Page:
Biden’s lead might be comparable to Clinton’s at this point in the election. But Tom Jensen of Public Policy Polling says the outcome should be different for him and other Democrats.
Veteran political pollster Tom Jensen said he had a feeling when North Carolina’s early-voting numbers were released at 7:30pm on Nov. 8, 2016 that Donald Trump would win North Carolina’s delegates and possibly the necessary 270 votes in the Electoral College to secure the presidency.
His organization had already predicted a year earlier that Trump would compete for the Republican nomination and for the presidency.
But watching the polls across the nation and crunching the latest numbers, Jensen told a virtual crowd in NC Thursday that he expects former Vice President Joe Biden to win the White House this time, and for the Democratic Party to win control of the US Senate and build on its majority in the US House.
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“Both sides are going to turn out in record numbers,” Jensen said during an election forecast hosted by the progressive outlet NC Policy Watch. “If Biden is winning that 7:30pm vote-drop by about 10 points, we can feel pretty good that Trump’s not going to be able to make that up.”
Jensen’s Public Policy Polling doesn’t hide its progressive leanings, but also carries a strong reputation for accurate surveys of voter sentiment, whether he likes the results or not. PPP’s own polls track consistently with other polls tallied by aggregators like fivethirtyeight.com, showing Biden leading Trump by about four points and Democrat Cal Cunningham beating incumbent Republican Sen. Thom Tillis in one of a handful of US Senate races that could determine the balance of power in Washington.
What’s different this year versus 2016 is that most voters have already made up their minds. Jensen pointed out that, on average, Hillary Clinton had a 5-point lead in polls in October 2016, but that lead was about 45% to Trump’s 40%, leaving undecided voters still in double-digits. Trump won most of that gap. The latest PPP poll, in line with other polls, has Biden leading Trump in North Carolina 50-46, with far fewer undecided.
“Instead of having a lot of voters still on the fence and not really sure what they’re doing, almost everybody has decided this time around, and Biden is already above 50%,” Jensen told dozens of interested journalists, scholars, political-types and curious citizens on Thursday. “Not only are there very few undecided, there aren’t very many people who are open to rethinking who they’re going to vote for.”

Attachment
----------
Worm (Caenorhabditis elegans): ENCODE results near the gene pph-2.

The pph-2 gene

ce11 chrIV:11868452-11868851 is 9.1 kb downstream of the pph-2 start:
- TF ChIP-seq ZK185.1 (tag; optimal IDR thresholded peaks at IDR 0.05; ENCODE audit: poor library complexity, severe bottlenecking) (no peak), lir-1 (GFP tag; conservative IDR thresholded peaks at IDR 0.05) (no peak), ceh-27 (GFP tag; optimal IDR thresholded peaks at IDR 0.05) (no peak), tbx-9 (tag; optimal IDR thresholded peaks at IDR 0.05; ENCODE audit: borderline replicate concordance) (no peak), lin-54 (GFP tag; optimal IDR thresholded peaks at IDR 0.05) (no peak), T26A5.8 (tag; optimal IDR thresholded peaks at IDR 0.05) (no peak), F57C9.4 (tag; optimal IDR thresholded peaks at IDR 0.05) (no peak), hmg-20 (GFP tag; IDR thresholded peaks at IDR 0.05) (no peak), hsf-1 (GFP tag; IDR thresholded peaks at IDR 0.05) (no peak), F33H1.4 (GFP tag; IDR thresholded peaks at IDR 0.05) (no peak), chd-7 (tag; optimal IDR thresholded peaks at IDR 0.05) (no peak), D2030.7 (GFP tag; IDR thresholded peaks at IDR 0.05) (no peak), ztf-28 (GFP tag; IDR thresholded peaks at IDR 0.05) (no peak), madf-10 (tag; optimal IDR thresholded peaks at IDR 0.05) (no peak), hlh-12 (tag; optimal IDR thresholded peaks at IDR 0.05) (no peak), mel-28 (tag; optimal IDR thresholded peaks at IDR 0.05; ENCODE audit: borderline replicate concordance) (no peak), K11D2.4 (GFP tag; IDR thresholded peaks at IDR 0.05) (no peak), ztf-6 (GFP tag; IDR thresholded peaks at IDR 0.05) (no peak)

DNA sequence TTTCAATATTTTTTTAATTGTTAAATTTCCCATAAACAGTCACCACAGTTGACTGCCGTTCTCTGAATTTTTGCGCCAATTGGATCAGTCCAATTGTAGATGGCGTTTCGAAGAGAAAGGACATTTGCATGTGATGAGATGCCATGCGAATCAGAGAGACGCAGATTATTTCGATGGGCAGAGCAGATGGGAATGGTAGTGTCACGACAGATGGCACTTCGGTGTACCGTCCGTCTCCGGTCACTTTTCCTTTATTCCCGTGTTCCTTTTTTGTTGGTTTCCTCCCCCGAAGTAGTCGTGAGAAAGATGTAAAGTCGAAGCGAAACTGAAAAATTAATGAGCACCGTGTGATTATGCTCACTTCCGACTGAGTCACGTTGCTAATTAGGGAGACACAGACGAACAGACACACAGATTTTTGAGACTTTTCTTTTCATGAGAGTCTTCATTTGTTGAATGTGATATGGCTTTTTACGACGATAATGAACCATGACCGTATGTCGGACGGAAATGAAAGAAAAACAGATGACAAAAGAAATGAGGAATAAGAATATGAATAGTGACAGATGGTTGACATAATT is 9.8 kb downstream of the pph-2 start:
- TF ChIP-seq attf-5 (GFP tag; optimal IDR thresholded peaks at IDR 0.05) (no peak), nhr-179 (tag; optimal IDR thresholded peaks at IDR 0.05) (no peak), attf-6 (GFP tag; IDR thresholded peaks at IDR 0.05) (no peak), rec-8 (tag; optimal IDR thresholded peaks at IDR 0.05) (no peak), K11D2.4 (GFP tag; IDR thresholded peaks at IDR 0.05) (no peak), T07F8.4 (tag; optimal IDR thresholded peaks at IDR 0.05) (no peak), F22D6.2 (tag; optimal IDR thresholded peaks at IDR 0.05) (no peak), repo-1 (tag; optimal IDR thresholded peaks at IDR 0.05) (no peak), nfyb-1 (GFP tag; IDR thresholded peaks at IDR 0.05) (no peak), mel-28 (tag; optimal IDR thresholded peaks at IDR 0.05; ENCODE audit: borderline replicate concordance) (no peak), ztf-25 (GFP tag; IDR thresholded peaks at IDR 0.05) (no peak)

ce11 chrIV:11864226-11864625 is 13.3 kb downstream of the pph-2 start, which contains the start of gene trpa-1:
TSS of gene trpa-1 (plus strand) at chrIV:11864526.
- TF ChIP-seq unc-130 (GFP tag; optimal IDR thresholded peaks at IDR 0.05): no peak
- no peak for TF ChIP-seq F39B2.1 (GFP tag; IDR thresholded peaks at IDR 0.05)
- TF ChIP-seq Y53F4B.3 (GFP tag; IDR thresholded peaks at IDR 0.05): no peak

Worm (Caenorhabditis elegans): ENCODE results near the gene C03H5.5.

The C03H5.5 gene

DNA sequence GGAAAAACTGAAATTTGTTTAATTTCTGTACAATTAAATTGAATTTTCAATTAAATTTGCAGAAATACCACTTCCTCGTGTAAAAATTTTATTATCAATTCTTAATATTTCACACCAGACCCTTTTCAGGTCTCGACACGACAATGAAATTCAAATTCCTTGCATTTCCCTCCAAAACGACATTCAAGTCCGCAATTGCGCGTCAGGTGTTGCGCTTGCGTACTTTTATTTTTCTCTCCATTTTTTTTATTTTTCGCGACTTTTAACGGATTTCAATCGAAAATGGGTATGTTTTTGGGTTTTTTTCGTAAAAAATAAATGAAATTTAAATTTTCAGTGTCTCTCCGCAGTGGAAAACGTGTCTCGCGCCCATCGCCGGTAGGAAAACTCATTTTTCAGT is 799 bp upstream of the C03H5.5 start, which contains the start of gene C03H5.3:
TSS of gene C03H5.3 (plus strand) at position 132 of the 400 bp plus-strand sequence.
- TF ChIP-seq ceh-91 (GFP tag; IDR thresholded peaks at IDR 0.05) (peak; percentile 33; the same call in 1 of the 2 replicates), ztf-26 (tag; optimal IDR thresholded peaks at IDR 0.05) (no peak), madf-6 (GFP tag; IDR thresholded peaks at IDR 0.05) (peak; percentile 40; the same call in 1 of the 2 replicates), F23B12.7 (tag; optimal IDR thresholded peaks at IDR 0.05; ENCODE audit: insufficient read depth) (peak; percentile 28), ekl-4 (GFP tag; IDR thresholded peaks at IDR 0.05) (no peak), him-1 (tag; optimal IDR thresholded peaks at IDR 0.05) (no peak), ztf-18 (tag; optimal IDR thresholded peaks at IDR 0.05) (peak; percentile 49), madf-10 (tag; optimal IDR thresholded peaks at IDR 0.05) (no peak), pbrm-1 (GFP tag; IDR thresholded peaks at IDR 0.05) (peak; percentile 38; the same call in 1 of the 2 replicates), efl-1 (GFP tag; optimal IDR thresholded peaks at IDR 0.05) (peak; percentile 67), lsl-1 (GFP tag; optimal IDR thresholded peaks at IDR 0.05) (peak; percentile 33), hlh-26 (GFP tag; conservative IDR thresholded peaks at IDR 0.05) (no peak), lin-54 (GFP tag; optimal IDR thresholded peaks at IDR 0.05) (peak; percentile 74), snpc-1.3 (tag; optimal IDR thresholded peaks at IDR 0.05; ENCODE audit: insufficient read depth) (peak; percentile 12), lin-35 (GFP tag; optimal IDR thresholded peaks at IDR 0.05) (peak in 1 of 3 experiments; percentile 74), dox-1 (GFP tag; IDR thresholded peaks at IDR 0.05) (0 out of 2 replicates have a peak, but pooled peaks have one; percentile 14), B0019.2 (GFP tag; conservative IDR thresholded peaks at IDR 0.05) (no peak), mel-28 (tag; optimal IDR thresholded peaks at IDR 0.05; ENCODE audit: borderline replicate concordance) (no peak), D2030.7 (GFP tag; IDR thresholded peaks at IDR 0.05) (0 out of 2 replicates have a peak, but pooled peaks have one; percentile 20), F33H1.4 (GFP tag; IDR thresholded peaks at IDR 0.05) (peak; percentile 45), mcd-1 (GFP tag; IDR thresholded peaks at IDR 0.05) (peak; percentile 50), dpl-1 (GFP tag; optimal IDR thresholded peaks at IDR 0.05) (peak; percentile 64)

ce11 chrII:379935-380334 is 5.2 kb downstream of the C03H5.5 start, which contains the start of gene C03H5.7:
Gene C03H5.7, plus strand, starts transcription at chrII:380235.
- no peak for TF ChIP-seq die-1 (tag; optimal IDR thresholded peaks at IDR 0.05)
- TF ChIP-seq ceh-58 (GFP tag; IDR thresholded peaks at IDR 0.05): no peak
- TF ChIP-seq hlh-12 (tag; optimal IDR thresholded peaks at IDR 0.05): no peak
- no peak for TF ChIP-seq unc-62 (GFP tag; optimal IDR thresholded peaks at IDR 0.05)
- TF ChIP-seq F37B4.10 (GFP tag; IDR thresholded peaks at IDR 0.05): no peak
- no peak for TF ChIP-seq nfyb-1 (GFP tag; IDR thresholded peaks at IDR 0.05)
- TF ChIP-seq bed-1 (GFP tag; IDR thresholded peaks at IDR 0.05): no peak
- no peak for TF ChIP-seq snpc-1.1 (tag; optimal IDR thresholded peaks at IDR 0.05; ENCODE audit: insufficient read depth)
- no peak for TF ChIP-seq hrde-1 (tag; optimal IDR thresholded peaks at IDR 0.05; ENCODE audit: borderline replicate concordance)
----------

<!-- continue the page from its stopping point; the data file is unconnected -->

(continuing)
In Jensen’s analysis, Biden probably won’t need North Carolina’s electoral votes in order to beat Trump. Assuming he wins all the states that Hillary Clinton won in 2016, he then needs to win just three out of four battleground states where he’s currently leading polls by at least 5 points: Arizona, Michigan, Pennsylvania and Wisconsin. But polls suggest Biden will also win NC, Florida and possibly even the more competitive states of Texas and Georgia, triggering a Democratic landslide.
Jensen said there are clues for this outcome hidden in Congressional-district polling in the suburbs of major cities like Atlanta, Dallas and Phoenix. In 2016, he said, that polling showed Clinton trailing Barack Obama’s vote tallies by 10 to 15% in the same districts.
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“What the district level polling was telling us was more compelling and more accurate than what the statewide polling was telling us,” he said.
Jensen said PPP has conducted 400 different polls this month, many of them targeting particular Congressional districts. Biden is consistently outperforming Clinton, he said.
“I think we’ve had one poll in those 400 where Trump is doing better than he did in 2016,” Jensen said. “It’s hard for Trump to win Georgia if he’s losing a suburban Atlanta district by 11 points that he won by 2 points in 2016.”
Jensen also said Biden is polling better in delegate-rich Texas than not only Clinton in 2016 but also Beto O’Rourke, who nearly took Sen. Ted Cruz’s seat in 2018.
“I really do feel like Biden is going to win Texas, based on everything that we’re seeing at the district level,” Jensen said.
Texas could also become the lynchpin of a sizable Democratic majority that could make serious progress on some of Biden’s signature issues, like pandemic stimulus, healthcare access and green infrastructure.
Polls show the Democrats likely to net at least three new seats by winning in Colorado, Arizona, Maine and North Carolina while losing in Alabama. That would split the Senate 50-50, with a Vice President Mike Pence or Kamala Harris breaking ties. A clear majority in the Senate will probably come from the winners of tight races in Iowa, Montana, Texas or either of the two contested Senate seats in Georgia, where a steady march of demographic change is turning a red state blue.
“It looks like both of the Senate elections in Georgia are headed for run-offs,” Jensen said, meaning the Senate majority might not be decided until January. “If you can get that up to 53 or 54 seats, then you can actually do everything that you’re hoping to do.”